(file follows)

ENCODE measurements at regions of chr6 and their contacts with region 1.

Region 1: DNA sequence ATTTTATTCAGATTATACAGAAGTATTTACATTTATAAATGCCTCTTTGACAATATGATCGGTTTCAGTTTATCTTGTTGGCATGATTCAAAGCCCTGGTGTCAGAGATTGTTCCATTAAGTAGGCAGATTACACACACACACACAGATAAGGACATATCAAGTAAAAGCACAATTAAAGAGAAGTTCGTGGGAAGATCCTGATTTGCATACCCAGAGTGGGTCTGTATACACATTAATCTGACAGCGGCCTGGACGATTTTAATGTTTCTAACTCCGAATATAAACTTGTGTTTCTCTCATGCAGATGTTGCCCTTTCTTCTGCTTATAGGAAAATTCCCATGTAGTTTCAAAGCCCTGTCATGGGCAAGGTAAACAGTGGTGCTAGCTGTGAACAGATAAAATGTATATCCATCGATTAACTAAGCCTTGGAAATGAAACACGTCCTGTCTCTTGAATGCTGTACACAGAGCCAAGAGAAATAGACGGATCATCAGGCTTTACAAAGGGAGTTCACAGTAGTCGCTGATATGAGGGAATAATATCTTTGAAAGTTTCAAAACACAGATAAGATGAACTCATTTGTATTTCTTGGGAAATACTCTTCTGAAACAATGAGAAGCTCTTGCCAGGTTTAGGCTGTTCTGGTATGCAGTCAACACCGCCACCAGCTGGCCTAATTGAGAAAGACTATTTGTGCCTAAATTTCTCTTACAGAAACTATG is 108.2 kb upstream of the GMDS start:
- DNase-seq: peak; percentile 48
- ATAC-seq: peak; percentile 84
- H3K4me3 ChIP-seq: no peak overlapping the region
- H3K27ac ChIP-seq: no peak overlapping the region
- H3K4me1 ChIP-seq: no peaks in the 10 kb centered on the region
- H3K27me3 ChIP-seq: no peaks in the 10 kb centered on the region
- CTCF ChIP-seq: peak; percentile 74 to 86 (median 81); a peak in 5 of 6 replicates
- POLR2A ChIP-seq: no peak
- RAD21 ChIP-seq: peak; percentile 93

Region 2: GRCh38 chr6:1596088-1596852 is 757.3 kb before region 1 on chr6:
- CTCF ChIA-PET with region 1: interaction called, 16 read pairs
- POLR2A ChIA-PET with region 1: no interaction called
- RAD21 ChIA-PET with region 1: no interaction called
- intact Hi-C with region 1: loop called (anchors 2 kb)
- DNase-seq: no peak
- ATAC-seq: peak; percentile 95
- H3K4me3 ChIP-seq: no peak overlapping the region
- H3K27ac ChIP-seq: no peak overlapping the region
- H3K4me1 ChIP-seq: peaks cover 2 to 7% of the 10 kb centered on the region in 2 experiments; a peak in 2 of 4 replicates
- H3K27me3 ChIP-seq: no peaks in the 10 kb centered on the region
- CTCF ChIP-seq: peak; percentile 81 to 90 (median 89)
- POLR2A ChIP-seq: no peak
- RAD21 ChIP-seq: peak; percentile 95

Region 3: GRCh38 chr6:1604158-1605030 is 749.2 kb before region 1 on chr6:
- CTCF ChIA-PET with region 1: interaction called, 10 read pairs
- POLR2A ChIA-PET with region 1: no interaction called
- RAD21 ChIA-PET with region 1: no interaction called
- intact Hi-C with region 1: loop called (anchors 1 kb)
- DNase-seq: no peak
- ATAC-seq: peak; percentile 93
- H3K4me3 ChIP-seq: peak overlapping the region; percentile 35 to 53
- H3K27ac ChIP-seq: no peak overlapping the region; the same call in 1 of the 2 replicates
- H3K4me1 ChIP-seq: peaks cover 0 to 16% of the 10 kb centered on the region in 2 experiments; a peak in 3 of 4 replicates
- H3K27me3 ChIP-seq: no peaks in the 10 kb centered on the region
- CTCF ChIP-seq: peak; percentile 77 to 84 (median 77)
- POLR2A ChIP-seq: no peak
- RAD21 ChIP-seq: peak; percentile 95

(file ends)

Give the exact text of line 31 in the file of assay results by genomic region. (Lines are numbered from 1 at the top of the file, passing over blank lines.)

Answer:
- DNase-seq: no peak